Kidney Failure Stem Cell Treatment

Kidney Failure Stem Cell Therapy

Stem Cell Treatments for Kidney Failure are now available at SIRM

Renal failure or kidney failure (formerly called renal insufficiency) describes a medical condition in which the kidneys fail to adequately filter toxins and waste products from the blood. Two forms:

  • acute (acute kidney injury)
  • chronic (chronic kidney disease)
  • a number of other diseases or health problems may cause either form of renal failure to occur.

Renal failure is described as a decrease in glomerular filtration rate. Biochemically, renal failure is typically detected by an elevated serum creatinine level.

Problems frequently encountered in kidney malfunction include abnormal fluid levels in the body, deranged acid levels, abnormal levels of potassium, calcium, phosphate, and (in the longer term) anemia as well as delayed healing in broken bones. Depending on the cause, hematuria (blood loss in the urine) and proteinuria (protein loss in the urine) may occur. Long-term kidney problems have significant repercussions on other diseases, such as cardiovascular disease.Kidney Failure Stem Cell Treatment








Stem Cell Treatments for Kidney Failure at SIRM

Streaming NIH Database:

Related Articles Human mesenchymal stromal cells transplanted into mice stimulate renal tubular cells and enhance mitochondrial function. Nat Commun. 2017 10 17;8(1):983 Authors: Perico L, Morigi M, Rota C, Breno M, Mele C, Noris M, Introna M, Capelli C, Longaretti L, Rottoli D, Conti S, Corna D, Remuzzi G, Benigni A Abstract Mesenchymal stromal cells (MSCs) are renoprotective and drive regeneration following injury, although cellular targets of such an effect are still ill-defined. Here, we show that human umbilical cord (UC)-MSCs transplanted into mice stimulate tubular cells to regain mitochondrial mass and function, associated with enhanced microtubule-rich projections that appear to mediate mitochondrial trafficking to create a reparative dialogue among adjacent tubular cells. Treatment with UC-MSCs in mice with cisplatin-induced acute kidney injury (AKI) regulates mitochondrial biogenesis in proximal tubuli by enhancing PGC1α expression, NAD+ biosynthesis and Sirtuin 3 (SIRT3) activity, thus fostering antioxidant defenses and ATP production. The functional role of SIRT3 in tubular recovery is highlighted by data that in SIRT3-deficient mice with AKI, UC-MSC treatment fails to induce renoprotection. These data document a previously unrecognized mechanism through which UC-MSCs facilitate renal repair, so as to induce global metabolic reprogramming of damaged tubular cells to sustain energy supply.Mesenchymal stromal cells drive renal regeneration following injury. Here, the authors show that human mesenchymal stromal cells, when transplanted into mice with acute kidney injury, stimulate renal tubular cell growth and enhance mitochondrial function via SIRT3. PMID: 29042548 [PubMed - indexed for MEDLINE]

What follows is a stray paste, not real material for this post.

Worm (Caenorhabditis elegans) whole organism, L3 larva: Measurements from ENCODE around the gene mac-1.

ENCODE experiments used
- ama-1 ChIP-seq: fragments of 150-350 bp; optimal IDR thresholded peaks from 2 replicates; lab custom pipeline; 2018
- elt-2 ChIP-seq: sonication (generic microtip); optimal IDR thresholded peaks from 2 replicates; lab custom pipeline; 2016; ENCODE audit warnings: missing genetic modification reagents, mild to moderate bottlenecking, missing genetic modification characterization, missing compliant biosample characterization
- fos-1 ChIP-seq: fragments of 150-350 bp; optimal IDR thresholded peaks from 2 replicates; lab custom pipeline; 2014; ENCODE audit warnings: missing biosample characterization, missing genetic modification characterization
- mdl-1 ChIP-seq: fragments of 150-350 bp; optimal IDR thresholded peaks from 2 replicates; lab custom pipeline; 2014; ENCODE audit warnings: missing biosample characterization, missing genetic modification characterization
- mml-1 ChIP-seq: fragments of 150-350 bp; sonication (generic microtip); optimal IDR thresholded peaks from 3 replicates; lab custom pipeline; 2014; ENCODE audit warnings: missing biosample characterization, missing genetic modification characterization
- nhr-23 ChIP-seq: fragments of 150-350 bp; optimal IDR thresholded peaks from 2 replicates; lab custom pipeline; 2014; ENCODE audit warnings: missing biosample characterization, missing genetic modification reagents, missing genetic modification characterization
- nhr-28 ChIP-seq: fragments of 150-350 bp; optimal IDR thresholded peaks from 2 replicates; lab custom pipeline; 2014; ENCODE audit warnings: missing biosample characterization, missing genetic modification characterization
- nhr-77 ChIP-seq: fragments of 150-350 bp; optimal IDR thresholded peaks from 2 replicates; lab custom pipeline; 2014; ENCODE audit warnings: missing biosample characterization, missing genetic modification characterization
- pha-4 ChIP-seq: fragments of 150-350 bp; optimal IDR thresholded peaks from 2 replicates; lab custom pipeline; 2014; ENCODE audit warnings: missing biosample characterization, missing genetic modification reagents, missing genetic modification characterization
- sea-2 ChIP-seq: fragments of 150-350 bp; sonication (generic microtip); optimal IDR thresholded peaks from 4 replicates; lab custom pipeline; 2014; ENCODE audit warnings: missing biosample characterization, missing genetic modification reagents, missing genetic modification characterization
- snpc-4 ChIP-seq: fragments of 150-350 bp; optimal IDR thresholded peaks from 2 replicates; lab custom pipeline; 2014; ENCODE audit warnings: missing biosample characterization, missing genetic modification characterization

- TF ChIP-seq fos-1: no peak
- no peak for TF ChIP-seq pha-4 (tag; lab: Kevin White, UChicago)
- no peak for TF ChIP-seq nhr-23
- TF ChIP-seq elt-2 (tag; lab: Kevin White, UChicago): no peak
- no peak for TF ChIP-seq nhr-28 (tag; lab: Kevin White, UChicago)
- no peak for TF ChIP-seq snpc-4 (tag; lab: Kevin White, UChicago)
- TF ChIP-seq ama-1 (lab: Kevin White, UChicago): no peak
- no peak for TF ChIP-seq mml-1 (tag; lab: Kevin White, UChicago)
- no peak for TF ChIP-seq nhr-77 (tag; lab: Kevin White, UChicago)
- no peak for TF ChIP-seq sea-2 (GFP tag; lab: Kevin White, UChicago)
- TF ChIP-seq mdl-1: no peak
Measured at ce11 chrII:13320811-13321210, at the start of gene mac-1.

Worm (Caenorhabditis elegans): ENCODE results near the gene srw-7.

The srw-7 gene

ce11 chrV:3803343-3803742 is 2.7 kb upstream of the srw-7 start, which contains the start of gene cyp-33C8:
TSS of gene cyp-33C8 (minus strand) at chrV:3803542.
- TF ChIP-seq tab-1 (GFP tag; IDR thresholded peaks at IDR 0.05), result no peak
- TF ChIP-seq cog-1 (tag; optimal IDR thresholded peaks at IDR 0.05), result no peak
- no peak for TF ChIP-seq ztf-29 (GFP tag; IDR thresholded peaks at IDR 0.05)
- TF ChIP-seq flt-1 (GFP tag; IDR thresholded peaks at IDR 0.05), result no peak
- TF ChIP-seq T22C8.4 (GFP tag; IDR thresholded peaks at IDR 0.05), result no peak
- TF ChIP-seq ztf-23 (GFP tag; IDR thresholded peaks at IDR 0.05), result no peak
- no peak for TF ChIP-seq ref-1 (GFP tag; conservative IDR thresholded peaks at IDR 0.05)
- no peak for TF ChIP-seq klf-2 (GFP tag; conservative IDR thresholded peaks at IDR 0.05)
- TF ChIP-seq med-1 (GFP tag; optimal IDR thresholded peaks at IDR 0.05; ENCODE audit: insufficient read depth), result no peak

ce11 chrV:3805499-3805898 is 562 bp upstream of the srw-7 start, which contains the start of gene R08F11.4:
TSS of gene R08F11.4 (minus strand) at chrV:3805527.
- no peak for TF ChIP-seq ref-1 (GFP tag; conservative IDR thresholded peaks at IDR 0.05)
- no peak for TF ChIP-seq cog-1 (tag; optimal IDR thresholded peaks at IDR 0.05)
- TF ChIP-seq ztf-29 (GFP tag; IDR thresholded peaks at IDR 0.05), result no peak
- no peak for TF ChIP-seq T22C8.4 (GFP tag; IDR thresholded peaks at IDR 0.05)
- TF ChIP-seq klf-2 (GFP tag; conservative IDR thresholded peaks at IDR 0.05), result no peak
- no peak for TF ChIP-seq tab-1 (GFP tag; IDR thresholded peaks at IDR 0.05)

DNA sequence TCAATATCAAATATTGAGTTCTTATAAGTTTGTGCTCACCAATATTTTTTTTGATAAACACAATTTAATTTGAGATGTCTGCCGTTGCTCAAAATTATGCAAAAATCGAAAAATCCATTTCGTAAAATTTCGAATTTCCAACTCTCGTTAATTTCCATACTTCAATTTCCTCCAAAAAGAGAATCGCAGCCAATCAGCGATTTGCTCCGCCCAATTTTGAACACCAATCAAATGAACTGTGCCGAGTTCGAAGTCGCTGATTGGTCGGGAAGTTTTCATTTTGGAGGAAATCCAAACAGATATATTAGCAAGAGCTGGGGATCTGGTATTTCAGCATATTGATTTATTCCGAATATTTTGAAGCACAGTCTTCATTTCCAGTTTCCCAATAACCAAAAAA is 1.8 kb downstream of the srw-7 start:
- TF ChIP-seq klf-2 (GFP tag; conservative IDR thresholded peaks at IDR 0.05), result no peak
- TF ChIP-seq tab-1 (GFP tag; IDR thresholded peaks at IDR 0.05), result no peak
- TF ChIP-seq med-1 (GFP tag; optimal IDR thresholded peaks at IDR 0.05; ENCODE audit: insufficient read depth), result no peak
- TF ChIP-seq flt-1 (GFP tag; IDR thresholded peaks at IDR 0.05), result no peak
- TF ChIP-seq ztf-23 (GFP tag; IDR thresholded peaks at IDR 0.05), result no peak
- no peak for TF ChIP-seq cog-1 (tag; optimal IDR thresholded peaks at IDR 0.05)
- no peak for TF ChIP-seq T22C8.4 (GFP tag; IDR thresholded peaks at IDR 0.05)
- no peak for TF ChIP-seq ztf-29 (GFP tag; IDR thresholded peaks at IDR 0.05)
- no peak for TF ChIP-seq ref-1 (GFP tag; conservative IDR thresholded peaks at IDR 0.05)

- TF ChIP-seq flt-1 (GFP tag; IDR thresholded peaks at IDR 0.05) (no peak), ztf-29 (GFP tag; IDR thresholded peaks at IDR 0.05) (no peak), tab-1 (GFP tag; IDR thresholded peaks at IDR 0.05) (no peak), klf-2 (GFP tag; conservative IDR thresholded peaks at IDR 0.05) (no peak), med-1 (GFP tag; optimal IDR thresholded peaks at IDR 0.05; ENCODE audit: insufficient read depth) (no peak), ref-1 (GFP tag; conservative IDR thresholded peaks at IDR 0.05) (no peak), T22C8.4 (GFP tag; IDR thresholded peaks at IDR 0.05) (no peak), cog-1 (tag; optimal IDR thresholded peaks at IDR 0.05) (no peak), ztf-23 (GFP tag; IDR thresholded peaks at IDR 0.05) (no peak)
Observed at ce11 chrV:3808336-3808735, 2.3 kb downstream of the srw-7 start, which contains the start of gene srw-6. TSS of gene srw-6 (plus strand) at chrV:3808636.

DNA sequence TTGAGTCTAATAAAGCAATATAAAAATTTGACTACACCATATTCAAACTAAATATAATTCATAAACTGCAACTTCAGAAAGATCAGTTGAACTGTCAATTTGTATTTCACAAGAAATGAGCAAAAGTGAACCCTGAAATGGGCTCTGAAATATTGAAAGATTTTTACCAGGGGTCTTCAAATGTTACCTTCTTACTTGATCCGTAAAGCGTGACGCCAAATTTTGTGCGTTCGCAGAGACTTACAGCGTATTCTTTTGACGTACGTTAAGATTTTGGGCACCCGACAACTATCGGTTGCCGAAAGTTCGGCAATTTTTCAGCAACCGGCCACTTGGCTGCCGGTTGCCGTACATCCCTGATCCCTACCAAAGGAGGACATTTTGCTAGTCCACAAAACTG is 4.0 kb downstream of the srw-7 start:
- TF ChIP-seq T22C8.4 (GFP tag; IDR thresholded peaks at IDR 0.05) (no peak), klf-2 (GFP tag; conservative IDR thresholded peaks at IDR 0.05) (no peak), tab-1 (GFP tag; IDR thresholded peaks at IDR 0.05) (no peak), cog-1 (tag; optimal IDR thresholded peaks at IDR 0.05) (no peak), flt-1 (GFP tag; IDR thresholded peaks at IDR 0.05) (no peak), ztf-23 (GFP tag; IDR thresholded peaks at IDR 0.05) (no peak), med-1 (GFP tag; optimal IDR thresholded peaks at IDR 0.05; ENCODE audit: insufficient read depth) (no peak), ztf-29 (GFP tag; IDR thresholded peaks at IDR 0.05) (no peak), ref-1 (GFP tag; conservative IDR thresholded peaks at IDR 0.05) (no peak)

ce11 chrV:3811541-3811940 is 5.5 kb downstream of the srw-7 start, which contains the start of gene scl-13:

Related Articles Changes in Glomerular Filtration Rate and Impact on Long-Term Survival among Adults after Hematopoietic Cell Transplantation: A Prospective Cohort Study. Clin J Am Soc Nephrol. 2018 Apr 18;: Authors: Hingorani S, Pao E, Stevenson P, Schoch G, Laskin BL, Gooley T, McDonald GB Abstract BACKGROUND AND OBJECTIVES: Kidney injury is a significant complication for patients undergoing hematopoietic cell transplantation (HCT), but few studies have prospectively examined changes in GFR in long-term survivors of HCT. We described the association between changes in GFR and all-cause mortality in patients up to 10 years after HCT. DESIGN, SETTING, PARTICIPANTS, & MEASUREMENTS: We conducted a prospective, observational cohort study of adult patients undergoing HCT at the Fred Hutchinson Cancer Center in Seattle, Washington from 2003 to 2015. Patients were followed from baseline, before conditioning therapy, until a maximum of 10 years after transplant. We used Cox proportional hazard models to examine the association between creatinine eGFR and all-cause mortality. We used time-dependent generalized estimating equations to examine risk factors for decreases in eGFR. RESULTS: A total of 434 patients (median age, 52 years; range, 18-76 years; 64% were men; 87% were white) were followed for a median 5.3 years after HCT. The largest decreases in eGFR occurred within the first year post-transplant, with the eGFR decreasing from a median of 98 ml/min per 1.73 m2 at baseline to 78 ml/min per 1.73 m2 by 1 year post-HCT. Two thirds of patients had an eGFR<90 ml/min per 1.73 m2 at 1 year after transplant. When modeled as a continuous variable, as eGFR declined from approximately 60 ml/min per 1.73 m2, the hazard of mortality progressively increased relative to a normal eGFR of 90 ml/min per 1.73 m2 (P<0.001). For example, when compared with an eGFR of 90 ml/min per 1.73 m2, the hazard ratios for eGFR of 60, 50, and 40 ml/min per 1.73 m2 are 1.15 (95% confidence interval, 0.87 to 1.53), 1.68 (95% confidence interval, 1.26 to 2.24), and 2.67 (95% confidence interval, 1.99 to 3.60), respectively. Diabetes, hypertension, acute graft versus host disease, and cytomegalovirus infection were independently associated with a decline in GFR, whereas calcineurin inhibitor levels, chronic graft versus host disease, and albuminuria were not. CONCLUSIONS: Adult HCT recipients have a high risk of decreased eGFR by 1 year after HCT. Although eGFR remains fairly stable thereafter, a decreased eGFR is significantly associated with higher risk of mortality, with a progressively increased risk as eGFR declines. PMID: 29669818 [PubMed - as supplied by publisher]

Quick Contact Form